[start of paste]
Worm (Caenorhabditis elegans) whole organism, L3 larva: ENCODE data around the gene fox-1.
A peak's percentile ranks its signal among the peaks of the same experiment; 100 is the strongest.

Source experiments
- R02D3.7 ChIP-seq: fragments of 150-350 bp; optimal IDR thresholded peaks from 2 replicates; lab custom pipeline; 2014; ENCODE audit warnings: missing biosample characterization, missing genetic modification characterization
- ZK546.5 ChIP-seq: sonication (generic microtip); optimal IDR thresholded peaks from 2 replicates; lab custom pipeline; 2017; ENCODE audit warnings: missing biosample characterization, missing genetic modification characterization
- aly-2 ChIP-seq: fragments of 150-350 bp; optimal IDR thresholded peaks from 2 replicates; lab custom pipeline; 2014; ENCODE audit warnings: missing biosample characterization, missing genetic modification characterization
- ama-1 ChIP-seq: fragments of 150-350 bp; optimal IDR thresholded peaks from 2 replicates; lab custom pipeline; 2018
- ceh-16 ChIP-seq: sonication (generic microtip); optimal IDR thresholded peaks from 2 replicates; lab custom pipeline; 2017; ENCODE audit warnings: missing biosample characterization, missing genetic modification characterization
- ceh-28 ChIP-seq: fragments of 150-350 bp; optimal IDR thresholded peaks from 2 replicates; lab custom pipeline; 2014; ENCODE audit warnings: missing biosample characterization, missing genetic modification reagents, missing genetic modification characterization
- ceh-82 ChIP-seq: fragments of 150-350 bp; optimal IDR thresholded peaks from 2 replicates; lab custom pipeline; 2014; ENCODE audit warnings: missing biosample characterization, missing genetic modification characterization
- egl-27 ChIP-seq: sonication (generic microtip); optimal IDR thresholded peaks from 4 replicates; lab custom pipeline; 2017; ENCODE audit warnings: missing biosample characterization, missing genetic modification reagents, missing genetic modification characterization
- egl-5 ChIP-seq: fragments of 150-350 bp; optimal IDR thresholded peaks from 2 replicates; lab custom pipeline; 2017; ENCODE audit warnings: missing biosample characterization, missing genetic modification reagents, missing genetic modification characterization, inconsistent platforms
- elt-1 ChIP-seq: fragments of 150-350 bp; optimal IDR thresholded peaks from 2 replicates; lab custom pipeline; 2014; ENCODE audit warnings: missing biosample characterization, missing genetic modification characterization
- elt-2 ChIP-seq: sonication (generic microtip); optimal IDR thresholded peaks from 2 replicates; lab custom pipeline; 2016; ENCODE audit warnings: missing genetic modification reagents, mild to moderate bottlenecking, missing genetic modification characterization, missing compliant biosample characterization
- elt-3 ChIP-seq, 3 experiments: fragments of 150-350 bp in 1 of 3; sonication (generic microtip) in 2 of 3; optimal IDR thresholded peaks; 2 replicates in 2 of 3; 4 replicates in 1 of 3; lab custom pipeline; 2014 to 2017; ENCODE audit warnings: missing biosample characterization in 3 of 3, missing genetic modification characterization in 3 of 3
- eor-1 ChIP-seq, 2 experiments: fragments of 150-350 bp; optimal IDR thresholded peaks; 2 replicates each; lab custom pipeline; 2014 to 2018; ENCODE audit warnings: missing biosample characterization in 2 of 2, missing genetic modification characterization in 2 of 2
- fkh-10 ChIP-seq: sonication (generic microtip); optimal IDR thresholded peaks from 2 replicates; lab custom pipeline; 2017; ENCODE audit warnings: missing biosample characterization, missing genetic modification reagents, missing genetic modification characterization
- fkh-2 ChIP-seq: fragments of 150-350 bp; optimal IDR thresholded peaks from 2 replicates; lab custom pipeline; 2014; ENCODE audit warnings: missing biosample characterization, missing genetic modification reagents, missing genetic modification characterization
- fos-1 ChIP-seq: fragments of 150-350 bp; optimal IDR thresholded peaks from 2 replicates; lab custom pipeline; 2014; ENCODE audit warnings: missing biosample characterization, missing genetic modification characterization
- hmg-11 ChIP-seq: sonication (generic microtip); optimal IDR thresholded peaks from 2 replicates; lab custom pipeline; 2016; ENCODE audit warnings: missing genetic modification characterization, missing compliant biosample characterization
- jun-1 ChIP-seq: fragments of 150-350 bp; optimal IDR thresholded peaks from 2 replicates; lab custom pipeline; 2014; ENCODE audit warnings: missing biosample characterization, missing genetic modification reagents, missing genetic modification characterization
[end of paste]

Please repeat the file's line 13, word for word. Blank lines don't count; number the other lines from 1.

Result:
- elt-1 ChIP-seq: fragments of 150-350 bp; optimal IDR thresholded peaks from 2 replicates; lab custom pipeline; 2014; ENCODE audit warnings: missing biosample characterization, missing genetic modification characterization